SMA and I have a complicated relationship. We probably always will, so long as it remains the dark maw of the hunter’s trap. But I’m no longer afraid of what SMA has made me. I am the girl in the wheelchair, the girl with the feeding pump (that still alarms at the worst times), the girl with the crooked teeth and the funny voice — and that’s okay.

I start there, then. I start here: It’s okay, you’re okay, I promise. And, as the wolf frees itself, I free myself, one day at a time.

Note: SMA News Today is strictly a news and information website about the disease. It does not provide medical advice, diagnosis, or treatment. This content is not intended to be a substitute for professional medical advice, diagnosis, or treatment. Always seek the advice of your physician or other qualified health provider with any questions you may have regarding a medical condition. Never disregard professional medical advice or delay in seeking it because of something you have read on this website. The opinions expressed in this column are not those of SMA News Today, or its parent company, BioNews Services, and are intended to spark discussion about issues pertaining to spinal muscular atrophy.

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  1. Steffanie Krueger says:

    Brianna, you absolutely amaze me! You don’t remember me, although we have met through your Grandma Albers. She has burst with pride since you were born. She has shared many of your writings over the years with me. Your words are always raw – always honest. You teach me through your words as to who you are to the center of your soul. Thank you for that gift! And I duplicate your words, “It’s okay, you’re okay, I promise.” Thank you for taking me along on your journey!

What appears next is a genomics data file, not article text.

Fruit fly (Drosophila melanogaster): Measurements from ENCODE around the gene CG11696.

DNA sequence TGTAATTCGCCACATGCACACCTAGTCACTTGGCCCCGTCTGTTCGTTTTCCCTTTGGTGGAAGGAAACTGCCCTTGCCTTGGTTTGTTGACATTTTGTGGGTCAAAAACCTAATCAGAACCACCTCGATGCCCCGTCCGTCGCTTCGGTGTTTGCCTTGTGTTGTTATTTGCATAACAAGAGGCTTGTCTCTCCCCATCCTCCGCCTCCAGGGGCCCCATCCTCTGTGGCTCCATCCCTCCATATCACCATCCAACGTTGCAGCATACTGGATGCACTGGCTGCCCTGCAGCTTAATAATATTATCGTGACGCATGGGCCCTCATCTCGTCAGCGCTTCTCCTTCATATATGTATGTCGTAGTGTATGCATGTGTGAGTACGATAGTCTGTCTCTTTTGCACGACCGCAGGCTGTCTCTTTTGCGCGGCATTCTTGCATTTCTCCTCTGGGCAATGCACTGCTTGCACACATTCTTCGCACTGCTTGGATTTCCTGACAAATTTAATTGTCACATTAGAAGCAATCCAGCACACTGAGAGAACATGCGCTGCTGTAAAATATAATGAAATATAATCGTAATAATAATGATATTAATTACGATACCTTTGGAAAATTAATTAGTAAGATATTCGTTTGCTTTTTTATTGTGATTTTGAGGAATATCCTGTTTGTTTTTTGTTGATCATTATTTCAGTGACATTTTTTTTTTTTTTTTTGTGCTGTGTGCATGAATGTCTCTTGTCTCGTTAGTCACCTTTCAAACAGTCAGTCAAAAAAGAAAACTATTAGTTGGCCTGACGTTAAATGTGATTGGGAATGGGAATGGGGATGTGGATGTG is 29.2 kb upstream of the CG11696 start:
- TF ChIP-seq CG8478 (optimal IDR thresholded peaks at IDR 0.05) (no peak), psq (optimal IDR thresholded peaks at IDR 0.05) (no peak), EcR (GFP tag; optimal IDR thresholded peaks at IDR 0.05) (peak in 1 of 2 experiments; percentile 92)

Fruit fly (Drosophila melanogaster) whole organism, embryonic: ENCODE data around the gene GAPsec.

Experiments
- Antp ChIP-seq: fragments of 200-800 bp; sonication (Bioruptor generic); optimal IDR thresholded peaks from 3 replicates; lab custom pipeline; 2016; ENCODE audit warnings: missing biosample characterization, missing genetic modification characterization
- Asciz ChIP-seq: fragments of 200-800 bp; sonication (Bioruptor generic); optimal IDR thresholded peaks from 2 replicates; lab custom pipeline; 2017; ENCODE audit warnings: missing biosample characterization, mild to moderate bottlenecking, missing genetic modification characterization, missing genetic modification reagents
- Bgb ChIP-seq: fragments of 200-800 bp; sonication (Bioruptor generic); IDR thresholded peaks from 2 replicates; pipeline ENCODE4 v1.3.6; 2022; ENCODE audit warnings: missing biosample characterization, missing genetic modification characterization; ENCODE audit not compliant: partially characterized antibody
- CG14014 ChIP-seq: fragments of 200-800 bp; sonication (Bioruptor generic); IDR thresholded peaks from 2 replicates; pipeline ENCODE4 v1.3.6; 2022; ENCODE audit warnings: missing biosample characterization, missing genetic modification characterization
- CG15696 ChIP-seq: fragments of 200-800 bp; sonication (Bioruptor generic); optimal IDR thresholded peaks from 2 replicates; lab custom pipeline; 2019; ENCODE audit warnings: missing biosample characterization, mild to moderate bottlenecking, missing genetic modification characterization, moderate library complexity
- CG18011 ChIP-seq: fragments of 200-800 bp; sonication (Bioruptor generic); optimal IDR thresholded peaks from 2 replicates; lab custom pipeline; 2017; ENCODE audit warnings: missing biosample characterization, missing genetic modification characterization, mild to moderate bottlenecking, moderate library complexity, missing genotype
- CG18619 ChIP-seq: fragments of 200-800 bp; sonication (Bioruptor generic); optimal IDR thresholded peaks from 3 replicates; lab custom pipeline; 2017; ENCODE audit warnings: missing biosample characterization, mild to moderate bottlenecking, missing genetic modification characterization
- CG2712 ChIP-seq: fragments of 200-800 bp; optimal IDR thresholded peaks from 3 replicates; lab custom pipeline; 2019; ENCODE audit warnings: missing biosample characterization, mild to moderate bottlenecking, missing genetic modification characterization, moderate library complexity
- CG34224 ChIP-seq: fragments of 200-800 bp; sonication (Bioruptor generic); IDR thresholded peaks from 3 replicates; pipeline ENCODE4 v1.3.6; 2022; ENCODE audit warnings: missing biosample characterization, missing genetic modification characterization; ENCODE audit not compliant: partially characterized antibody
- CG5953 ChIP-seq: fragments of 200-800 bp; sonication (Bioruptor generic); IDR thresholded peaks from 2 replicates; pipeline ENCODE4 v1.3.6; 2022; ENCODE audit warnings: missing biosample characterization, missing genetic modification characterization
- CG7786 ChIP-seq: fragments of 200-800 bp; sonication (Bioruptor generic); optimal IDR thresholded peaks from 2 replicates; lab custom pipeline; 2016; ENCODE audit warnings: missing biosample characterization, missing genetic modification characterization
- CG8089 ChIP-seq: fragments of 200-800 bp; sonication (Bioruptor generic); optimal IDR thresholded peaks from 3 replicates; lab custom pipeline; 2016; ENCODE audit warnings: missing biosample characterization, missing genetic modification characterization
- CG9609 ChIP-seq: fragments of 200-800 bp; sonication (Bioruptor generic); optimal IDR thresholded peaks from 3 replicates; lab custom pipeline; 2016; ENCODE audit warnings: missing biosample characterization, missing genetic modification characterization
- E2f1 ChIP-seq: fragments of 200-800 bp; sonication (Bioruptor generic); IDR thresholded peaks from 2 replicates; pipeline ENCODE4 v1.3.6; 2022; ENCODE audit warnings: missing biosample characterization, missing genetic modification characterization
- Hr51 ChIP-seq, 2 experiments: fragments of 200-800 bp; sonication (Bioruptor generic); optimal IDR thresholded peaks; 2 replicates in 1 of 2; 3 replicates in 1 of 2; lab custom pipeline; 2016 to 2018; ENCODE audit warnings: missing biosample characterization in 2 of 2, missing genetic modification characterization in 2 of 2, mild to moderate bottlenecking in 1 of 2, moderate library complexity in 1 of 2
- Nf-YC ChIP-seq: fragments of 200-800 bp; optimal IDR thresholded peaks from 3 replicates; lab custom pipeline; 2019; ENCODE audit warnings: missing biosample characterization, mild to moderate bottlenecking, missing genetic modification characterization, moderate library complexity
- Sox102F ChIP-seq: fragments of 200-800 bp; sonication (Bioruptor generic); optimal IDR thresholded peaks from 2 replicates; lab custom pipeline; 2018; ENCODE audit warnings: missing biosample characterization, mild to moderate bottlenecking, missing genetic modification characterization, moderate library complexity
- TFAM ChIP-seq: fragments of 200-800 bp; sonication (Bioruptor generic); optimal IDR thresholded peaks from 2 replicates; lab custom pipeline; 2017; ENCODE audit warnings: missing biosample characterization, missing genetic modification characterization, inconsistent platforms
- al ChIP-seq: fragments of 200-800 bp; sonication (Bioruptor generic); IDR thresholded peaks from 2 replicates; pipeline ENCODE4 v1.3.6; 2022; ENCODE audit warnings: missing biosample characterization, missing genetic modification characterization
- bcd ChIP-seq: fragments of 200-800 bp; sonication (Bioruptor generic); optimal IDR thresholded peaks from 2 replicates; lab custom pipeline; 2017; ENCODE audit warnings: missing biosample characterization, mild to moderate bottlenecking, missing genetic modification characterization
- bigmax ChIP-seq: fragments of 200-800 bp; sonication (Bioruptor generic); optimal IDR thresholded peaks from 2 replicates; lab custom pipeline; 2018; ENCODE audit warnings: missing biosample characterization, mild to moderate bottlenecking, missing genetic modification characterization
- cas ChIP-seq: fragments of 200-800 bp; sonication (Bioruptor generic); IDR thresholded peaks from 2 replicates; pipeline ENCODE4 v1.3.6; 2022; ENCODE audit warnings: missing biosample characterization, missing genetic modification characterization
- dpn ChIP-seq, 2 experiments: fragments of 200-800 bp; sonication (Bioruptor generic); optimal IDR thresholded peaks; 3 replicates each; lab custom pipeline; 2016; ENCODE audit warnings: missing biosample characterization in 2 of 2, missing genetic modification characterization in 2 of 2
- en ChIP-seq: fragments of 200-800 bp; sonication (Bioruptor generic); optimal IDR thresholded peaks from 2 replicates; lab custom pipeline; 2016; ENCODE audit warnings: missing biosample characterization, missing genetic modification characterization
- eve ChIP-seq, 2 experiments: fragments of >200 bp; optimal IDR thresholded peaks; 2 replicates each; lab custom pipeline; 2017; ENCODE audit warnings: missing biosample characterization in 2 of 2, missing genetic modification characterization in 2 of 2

2. Rachel Boyd says:

    Amazing voice and heart. You are brave. You are strong! You are a daughter, a writer, a friend. You are beautiful. A woman who I am proud to know.

  3. Julio Chojeda Torres says:

    Brianna, your explanation about SMA made me remember I used to give the same explanation to people in Peru who asked me about my neurological condition. I am 68 years old, have 3-type SMA and continues fighting like a lion against this disorder. and on my own. It was a pleasure to know about you-

    Julio Chojeda Torres

    • It’s great to “meet” you, Julio! I’m sending you love and strength tonight, especially as we fight against our disorders together. Sometimes the only thing we can do is embrace our inner lions.

  4. Carrie Cowgill says:

    Brianna…such a profound group of words and thoughts. I’m so glad you share with others. I’m 54-years old, Type 3 and navigating this world of ours searching for answers, wondering what the question really is and trying to just BE. Some days that is enough…others, I’m not so sure. I so enjoy gems like yours as it is truly a gift. It gives hope and helps to show others that our disabilities are a minute part of our existence. They don’t define us.
    Carrie Cowgill, Boise, ID

    • Hi Carrie! Thanks so much for the kind words — I’m glad my writing has touched you in some way, shape, or form. I love what you said about “searching for answers, wondering what the question really is.” I’ve found that sometimes the only thing I can do is embrace the ambiguity of it all, and accept that maybe the purpose is, in fact, the process of wondering. Sending you love and warmth!! xo